Recent changes to a medical cannabis program in the U.S. state of New Jersey is fueling a boost in patient applications, with expectations patient numbers will more than double from current levels.
Dr. Shereef Elnahal, New Jersey’s Health Commissioner, recently stated changes to rules in the program would enable it to grow to 40,000 to 50,000 people, up from the current 20,000.
In fact, Dr. Sheereef anticipates even larger numbers long term.
“We’re seeing in states like Michigan over 100,000 patients with a similar profile of conditions,” he said. “We expect to see similar numbers.”
Sweeping changes were announced in late March, after 20 recommendations were made by a review that Governor Phil Murphy said he would act on. The review was triggered the death of a 7-year-old boy in the state from cancer. His parents had been battling for medical cannabis access.
Some of the recommendations have already been implemented, including the addition of anxiety, migraines, Tourette’s syndrome, musculoskeletal disorder chronic pain and chronic visceral pain to the list of qualifying conditions.
Opioid use disorder is also covered under the broad category titled “chronic pain related to musculoskeletal disorders”.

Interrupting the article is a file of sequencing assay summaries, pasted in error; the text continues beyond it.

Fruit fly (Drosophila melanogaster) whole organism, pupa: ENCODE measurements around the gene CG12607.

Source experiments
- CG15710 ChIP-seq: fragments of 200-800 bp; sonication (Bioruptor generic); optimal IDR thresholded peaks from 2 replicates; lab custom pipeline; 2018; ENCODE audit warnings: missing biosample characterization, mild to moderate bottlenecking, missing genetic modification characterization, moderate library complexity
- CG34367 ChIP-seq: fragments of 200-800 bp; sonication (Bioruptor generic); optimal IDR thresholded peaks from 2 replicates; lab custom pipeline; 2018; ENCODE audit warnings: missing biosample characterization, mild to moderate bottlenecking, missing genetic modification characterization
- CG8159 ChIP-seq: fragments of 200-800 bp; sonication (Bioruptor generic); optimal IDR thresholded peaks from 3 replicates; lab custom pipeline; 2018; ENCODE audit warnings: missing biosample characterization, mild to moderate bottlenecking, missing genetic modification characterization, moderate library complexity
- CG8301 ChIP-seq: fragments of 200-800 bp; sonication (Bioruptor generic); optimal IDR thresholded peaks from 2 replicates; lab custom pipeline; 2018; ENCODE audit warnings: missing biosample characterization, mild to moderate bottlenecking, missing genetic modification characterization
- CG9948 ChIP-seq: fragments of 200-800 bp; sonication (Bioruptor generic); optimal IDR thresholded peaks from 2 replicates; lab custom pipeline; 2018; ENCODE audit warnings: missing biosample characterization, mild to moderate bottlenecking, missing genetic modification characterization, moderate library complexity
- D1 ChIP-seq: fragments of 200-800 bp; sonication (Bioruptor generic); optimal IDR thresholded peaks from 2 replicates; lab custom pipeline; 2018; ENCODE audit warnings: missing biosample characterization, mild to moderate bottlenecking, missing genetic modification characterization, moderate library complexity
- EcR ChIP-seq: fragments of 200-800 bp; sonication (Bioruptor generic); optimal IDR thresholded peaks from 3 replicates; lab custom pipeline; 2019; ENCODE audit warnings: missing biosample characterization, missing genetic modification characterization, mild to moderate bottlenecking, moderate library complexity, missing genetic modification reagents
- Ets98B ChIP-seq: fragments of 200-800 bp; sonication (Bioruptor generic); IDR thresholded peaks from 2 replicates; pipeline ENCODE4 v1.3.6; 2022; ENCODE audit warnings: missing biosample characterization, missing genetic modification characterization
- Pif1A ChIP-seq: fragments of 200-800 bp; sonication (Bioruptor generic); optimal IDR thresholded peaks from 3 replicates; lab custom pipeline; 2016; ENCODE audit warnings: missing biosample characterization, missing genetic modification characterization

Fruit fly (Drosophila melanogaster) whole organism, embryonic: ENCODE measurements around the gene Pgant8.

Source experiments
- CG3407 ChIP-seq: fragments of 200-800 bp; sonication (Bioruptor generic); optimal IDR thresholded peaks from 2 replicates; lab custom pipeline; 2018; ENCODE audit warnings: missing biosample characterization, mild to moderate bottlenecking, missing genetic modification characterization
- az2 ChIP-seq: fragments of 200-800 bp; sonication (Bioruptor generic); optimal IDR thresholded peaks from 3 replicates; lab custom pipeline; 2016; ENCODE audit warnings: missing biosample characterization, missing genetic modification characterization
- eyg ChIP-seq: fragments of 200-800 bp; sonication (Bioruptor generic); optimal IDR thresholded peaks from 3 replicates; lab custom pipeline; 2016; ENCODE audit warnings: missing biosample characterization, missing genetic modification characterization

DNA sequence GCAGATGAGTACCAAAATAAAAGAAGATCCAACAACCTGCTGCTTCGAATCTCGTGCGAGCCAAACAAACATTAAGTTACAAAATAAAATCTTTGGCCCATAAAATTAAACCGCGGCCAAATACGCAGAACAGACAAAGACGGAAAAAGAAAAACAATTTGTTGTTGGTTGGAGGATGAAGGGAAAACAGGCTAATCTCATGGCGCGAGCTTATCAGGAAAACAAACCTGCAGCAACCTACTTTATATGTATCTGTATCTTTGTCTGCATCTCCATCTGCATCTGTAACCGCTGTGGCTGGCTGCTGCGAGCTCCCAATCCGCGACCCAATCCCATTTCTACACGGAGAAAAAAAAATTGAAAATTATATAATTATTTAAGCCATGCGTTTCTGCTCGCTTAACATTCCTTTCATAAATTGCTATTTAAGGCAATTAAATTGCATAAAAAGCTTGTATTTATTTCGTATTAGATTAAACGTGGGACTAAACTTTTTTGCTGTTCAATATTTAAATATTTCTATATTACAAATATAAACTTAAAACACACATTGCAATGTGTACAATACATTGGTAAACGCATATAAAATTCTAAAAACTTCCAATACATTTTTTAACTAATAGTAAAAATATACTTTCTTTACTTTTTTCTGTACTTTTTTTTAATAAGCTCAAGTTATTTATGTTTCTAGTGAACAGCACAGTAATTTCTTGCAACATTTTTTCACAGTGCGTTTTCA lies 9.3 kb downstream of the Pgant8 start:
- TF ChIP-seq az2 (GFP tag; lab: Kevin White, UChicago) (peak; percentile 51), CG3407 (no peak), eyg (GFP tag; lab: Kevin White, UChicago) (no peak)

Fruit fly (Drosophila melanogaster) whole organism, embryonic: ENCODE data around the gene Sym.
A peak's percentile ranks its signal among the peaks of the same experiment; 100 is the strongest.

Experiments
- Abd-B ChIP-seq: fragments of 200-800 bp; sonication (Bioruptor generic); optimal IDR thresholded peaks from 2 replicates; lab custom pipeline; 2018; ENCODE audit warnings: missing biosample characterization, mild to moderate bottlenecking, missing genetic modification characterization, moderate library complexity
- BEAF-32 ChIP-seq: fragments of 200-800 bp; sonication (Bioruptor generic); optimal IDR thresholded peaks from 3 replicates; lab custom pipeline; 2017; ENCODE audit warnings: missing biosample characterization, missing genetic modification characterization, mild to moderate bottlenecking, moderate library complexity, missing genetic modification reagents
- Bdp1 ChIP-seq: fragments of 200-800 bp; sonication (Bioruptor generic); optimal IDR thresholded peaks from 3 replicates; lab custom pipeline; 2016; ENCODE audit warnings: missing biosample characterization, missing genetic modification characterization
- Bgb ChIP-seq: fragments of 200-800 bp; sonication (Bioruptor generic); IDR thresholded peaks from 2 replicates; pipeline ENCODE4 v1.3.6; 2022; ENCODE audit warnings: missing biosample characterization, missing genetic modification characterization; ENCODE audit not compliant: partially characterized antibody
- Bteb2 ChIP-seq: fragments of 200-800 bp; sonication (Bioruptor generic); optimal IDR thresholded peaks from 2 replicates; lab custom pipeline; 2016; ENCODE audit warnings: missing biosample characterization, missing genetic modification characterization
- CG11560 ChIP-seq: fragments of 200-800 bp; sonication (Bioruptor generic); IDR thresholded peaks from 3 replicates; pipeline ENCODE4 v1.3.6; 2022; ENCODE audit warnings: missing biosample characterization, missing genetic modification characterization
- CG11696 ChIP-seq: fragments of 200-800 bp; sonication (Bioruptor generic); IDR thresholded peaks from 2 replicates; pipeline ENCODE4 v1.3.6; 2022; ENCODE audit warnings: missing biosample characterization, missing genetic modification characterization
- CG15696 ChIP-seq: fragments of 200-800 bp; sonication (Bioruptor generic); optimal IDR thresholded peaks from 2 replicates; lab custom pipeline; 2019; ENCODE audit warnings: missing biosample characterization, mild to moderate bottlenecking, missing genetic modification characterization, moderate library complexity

1,000 individuals had registered in relation to the five new categories of medical conditions just last month. A total of 1,500 patients joined the program in April, bringing the total to 20,000.
“We’re adding 100 new patients every day,” said Dr. Elnahal early this month. “This demonstrates that there was pent up demand. People with chronic pain now have the option of medicinal marijuana instead of opioids, and more than 100 strains are available.”
As at May 1, approximately 600 physicians were participating in the state’s program.
Under current laws, the maximum amount of medical cannabis that can be purchased by patients is 2 ounces in a 30 day period. However, the Department of Health has recommended increasing the monthly limit from two to four ounces. The Department is also proposing to repeal the regulation that establishes a 10% THC limit, however this is subject to the Department’s regulatory process, which includes a public comment period.
More information on New Jersey’s program can be found here.